Summertime at Shepherd’s Hill Academy (SHA) presents a unique opportunity for students to engage in hands-on learning experiences outside the traditional classroom. One such learning opportunity is a new Homesteading course being offered by Mrs. Kelly Deal, a member of the academic team at SHA.
Each day students begin their session in the classroom taking in valuable information about basic homesteading practices. Students will work through the summer compiling information in a personal notebook on common issues such as: how to make your garden more productive, how to keep chickens happy and productive, what to do if your compost isn’t decaying etc. Students will be able to take these books with them and use them at home to start their own gardens or assist in caring for their animals.
Students have quite an extensive and exciting summer ahead! Mrs. Deal shares the summer Homesteading plan she has prepared for them that contains a variety of educational sessions. Mrs. Deal said,“My students started by learning about the care of small animals on our farm (sheep, goats, chickens, rabbits), the maintenance and the philosophy behind homesteading, and the self-reliance way of thinking.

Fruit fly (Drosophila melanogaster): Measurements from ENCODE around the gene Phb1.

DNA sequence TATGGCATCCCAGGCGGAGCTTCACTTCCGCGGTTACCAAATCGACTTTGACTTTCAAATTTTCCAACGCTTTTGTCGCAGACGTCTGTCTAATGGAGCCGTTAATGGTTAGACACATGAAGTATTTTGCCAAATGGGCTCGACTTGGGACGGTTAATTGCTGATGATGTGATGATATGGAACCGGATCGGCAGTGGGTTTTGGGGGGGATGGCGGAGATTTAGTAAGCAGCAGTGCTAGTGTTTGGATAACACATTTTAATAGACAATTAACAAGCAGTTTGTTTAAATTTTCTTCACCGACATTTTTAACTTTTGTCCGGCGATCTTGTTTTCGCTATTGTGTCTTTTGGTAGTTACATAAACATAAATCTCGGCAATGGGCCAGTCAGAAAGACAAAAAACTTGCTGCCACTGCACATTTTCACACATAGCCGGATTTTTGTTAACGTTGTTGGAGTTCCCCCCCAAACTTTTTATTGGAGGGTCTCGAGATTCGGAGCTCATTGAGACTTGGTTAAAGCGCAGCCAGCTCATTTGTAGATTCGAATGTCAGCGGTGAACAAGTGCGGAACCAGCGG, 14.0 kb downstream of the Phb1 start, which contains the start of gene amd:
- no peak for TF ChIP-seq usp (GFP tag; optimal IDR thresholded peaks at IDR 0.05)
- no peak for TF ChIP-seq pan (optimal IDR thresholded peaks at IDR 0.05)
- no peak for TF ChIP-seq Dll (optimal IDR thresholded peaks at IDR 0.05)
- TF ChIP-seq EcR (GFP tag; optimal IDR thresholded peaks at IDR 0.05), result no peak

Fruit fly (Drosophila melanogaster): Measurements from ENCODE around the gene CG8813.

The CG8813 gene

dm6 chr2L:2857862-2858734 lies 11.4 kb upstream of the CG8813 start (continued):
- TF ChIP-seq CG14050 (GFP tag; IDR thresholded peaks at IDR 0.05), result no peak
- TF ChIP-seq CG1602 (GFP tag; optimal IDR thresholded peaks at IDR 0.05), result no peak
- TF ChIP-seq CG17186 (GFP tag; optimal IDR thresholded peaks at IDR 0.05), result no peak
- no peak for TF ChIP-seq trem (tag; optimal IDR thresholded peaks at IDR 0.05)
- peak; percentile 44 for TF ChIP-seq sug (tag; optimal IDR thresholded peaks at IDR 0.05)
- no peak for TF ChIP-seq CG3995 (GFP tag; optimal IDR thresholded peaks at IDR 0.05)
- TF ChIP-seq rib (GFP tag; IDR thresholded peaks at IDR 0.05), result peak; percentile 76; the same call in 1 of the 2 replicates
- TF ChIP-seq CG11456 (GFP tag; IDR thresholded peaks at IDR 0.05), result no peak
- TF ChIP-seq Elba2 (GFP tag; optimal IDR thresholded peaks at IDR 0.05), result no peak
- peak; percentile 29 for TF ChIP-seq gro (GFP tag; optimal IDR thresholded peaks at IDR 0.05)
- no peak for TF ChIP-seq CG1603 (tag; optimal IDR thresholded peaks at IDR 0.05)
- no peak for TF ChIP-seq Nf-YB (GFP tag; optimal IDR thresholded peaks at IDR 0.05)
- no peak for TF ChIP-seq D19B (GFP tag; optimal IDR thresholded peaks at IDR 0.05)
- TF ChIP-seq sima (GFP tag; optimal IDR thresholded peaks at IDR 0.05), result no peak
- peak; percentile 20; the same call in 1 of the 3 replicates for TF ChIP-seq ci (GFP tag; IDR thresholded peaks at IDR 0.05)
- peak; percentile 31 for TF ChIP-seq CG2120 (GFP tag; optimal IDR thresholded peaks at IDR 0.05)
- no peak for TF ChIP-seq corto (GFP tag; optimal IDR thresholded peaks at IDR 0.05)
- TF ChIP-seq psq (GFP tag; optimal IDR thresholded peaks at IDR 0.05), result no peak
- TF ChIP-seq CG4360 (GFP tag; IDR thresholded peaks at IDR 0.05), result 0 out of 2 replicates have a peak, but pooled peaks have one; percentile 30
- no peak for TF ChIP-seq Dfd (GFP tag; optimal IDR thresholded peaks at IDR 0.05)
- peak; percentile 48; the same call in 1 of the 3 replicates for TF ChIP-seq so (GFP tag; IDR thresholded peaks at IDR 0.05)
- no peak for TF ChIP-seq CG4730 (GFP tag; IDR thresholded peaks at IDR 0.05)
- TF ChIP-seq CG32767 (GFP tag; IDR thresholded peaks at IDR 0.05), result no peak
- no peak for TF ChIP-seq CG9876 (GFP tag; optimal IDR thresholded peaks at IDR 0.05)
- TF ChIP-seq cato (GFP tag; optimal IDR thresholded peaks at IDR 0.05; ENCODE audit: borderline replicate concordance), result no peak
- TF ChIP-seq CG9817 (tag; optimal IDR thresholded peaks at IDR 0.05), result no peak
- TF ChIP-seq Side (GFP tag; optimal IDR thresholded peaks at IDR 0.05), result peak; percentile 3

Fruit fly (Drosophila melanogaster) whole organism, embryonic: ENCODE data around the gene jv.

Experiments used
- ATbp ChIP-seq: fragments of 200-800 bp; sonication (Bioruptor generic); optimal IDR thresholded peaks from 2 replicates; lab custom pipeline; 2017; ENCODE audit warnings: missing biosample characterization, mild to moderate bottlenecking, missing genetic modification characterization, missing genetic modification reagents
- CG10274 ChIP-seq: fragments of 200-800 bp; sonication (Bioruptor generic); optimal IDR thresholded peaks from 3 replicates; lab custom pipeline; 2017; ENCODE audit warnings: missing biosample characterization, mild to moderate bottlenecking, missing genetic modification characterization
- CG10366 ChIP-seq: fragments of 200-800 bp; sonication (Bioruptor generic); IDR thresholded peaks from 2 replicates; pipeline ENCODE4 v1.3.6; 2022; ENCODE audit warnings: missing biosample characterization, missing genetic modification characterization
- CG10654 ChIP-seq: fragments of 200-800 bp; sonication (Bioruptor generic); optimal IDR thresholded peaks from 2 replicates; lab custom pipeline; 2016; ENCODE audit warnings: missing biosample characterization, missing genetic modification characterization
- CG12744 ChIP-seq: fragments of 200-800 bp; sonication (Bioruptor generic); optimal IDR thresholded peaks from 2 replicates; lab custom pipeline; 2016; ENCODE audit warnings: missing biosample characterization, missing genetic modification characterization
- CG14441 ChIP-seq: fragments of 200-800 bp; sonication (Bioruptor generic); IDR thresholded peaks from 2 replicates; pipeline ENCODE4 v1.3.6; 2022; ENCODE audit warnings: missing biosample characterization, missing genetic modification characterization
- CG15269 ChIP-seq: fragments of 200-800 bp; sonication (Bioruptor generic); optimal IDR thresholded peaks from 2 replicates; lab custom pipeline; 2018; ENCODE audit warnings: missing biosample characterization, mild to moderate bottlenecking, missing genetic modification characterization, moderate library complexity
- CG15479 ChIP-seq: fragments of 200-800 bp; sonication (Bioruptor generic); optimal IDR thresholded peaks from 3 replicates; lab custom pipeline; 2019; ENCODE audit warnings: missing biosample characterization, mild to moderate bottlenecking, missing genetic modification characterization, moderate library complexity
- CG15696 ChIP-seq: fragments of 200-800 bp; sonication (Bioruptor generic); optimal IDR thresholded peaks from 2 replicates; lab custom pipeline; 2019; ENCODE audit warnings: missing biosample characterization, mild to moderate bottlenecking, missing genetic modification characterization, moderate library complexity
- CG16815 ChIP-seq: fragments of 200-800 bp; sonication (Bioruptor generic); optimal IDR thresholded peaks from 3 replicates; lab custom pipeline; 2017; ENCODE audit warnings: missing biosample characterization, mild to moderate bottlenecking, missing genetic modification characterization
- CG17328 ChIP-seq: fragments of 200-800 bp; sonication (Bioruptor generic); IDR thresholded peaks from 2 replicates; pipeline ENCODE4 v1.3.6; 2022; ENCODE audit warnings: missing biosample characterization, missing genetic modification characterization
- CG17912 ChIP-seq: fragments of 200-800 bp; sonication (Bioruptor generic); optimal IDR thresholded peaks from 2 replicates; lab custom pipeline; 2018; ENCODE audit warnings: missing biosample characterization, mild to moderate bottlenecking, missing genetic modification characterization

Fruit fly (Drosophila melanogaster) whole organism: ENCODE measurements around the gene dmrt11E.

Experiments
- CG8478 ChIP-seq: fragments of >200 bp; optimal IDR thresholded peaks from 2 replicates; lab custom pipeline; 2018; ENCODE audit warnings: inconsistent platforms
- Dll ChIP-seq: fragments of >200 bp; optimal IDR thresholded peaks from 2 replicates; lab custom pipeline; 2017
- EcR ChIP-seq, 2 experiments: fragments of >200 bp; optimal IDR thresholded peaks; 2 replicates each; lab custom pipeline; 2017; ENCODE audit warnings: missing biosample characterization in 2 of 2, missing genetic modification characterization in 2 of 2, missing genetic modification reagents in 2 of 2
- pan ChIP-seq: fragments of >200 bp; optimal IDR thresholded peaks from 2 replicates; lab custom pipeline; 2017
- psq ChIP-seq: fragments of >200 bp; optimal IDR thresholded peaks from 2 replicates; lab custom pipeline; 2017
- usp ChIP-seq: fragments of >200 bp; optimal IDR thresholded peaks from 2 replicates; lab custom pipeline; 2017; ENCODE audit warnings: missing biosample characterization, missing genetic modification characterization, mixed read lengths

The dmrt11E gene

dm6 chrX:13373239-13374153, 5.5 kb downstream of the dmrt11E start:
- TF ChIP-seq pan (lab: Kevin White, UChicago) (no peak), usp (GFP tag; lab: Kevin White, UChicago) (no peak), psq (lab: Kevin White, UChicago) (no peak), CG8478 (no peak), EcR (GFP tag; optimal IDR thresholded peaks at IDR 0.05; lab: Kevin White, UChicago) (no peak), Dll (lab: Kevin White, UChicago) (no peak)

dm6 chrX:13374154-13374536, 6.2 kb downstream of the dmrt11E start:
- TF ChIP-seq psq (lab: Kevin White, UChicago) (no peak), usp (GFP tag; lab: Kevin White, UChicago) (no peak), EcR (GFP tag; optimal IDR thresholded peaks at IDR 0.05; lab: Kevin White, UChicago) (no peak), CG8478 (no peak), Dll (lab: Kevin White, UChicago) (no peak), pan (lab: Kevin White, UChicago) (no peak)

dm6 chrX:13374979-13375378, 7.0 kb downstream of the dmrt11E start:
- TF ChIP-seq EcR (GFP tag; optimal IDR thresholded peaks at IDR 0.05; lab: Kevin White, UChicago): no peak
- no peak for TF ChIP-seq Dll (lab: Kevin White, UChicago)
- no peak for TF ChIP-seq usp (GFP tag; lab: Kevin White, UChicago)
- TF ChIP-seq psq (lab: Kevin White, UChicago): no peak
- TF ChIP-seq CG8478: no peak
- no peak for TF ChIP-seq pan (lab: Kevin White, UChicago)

“We then go into cleaning, spinning, and weaving of wool from our sheep on campus. Weaving then leads to basketry with native plants (honeysuckle and kudzu). We learn about the plants and how many ways they can be used. I am hoping to have the girls weave brooms from broom corn – Appalachian style.”
“Weeks 3 and 4 will be digging and preparing red clay for pottery. We will also be discussing a little bit about basic hand-building techniques and pit firing. Week 5 we will discuss herbs, their many uses, and making lye soap. We will make essential oils and use them to scent our soaps. Week 6 we will begin to plan our fall garden. We will talk about the science behind canning and fermentation of vegetables from our harvest. If time allows, we will build a traditional wattle fence to protect our garden plot from wildlife.”
“Homesteading not only allows students to learn a new skill, but also adds many therapeutic benefits as well. The benefits are compounding. The self satisfaction you get from big beautiful vegetables you have babied all summer to the seemingly repetitive action of cleaning your own clay teaches patience and a job well done. Benefiting from your labors and toil is so gratifying. The feeling of pride the students get from compliments on how beautiful their garden is or how healthy and happy their animals are is wonderful. To know that they can use simple things from the natural world around them is often mind blowing for new students.”